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Curr Biol. 2014 Sep 8;24(17):2033-40. doi: 10.1016/j.cub.2014.07.041. Epub 2014 Aug 21.

Optogenetic activation of dorsal raphe serotonin neurons enhances patience for future rewards.

Author information

1
Neural Computation Unit, Okinawa Institute of Science and Technology Graduate University, Okinawa 904-0495, Japan.
2
Neural Computation Unit, Okinawa Institute of Science and Technology Graduate University, Okinawa 904-0495, Japan. Electronic address: miyazaki@oist.jp.
3
Department of Neuropsychiatry, School of Medicine, Keio University, Tokyo 160-8582, Japan.
4
Department of Neuroscience II, Research Institute of Environmental Medicine, Nagoya University, Nagoya 464-8601, Japan.
5
Mouse Genomics Resource Laboratory, National Institute of Genetics, Mishima 411-8540, Japan.
6
Department of Neuroscience II, Research Institute of Environmental Medicine, Nagoya University, Nagoya 464-8601, Japan; Department of Physiological Sciences, The Graduate University for Advanced Studies, Okazaki 444-8585, Japan.

Abstract

Serotonin is a neuromodulator that is involved extensively in behavioral, affective, and cognitive functions in the brain. Previous recording studies of the midbrain dorsal raphe nucleus (DRN) revealed that the activation of putative serotonin neurons correlates with the levels of behavioral arousal [1], rhythmic motor outputs [2], salient sensory stimuli [3-6], reward, and conditioned cues [5-8]. The classic theory on serotonin states that it opposes dopamine and inhibits behaviors when aversive events are predicted [9-14]. However, the therapeutic effects of serotonin signal-enhancing medications have been difficult to reconcile with this theory [15, 16]. In contrast, a more recent theory states that serotonin facilitates long-term optimal behaviors and suppresses impulsive behaviors [17-21]. To test these theories, we developed optogenetic mice that selectively express channelrhodopsin in serotonin neurons and tested how the activation of serotonergic neurons in the DRN affects animal behavior during a delayed reward task. The activation of serotonin neurons reduced the premature cessation of waiting for conditioned cues and food rewards. In reward omission trials, serotonin neuron stimulation prolonged the time animals spent waiting. This effect was observed specifically when the animal was engaged in deciding whether to keep waiting and was not due to motor inhibition. Control experiments showed that the prolonged waiting times observed with optogenetic stimulation were not due to behavioral inhibition or the reinforcing effects of serotonergic activation. These results show, for the first time, that the timed activation of serotonin neurons during waiting promotes animals' patience to wait for a delayed reward.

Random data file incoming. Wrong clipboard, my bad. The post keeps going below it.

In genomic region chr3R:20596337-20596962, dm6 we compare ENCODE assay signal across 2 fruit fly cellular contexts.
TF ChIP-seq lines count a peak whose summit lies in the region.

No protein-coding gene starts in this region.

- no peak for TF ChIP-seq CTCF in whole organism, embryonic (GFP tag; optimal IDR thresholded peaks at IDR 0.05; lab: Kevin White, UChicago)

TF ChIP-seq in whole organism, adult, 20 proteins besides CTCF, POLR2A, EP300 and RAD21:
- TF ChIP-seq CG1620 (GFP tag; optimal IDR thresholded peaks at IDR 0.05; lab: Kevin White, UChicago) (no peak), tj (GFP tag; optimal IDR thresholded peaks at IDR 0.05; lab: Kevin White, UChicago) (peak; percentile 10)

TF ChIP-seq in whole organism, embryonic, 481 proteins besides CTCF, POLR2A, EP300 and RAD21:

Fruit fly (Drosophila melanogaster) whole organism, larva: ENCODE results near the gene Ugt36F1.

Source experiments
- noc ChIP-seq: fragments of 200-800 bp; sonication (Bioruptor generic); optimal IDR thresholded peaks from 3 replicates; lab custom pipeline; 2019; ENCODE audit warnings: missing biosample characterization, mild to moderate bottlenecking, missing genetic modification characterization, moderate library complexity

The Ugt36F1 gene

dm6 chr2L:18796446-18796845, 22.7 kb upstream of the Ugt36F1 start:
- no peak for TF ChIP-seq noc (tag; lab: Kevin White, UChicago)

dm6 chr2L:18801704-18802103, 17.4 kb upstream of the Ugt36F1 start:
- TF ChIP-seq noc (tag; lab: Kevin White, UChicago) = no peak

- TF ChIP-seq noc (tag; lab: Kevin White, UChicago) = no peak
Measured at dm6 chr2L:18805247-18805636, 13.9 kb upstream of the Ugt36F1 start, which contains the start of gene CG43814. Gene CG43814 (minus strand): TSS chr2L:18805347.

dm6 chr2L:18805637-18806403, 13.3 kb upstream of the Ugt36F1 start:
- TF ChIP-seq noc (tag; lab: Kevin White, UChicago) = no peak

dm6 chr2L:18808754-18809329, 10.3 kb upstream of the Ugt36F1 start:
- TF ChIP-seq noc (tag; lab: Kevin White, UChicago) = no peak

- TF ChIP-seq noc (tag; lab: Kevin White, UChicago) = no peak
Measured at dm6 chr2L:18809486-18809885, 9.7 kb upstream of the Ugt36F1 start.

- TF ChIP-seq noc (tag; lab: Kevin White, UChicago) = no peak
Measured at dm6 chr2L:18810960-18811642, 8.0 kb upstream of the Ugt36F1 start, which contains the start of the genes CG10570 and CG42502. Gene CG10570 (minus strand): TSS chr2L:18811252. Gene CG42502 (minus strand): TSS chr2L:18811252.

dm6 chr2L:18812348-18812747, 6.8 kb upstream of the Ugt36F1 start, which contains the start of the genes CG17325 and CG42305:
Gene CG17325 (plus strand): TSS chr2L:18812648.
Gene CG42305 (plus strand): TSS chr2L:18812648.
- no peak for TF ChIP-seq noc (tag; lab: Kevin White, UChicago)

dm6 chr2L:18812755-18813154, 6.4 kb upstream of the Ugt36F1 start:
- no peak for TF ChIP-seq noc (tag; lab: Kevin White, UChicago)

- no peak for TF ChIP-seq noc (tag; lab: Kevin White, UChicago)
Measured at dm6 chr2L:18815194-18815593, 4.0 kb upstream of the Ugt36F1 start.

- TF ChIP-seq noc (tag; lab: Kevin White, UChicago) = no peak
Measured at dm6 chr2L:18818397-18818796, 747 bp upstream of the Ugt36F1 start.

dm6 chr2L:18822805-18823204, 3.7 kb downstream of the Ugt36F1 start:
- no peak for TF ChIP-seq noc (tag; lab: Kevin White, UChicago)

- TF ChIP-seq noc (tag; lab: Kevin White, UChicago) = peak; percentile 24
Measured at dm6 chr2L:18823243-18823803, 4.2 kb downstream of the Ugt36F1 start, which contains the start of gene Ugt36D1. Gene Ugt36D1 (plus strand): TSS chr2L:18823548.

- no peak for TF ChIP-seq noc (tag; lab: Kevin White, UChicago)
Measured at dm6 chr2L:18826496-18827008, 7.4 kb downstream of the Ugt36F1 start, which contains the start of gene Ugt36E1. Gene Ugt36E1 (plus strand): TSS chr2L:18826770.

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PMID:
25155504
DOI:
10.1016/j.cub.2014.07.041
[Indexed for MEDLINE]
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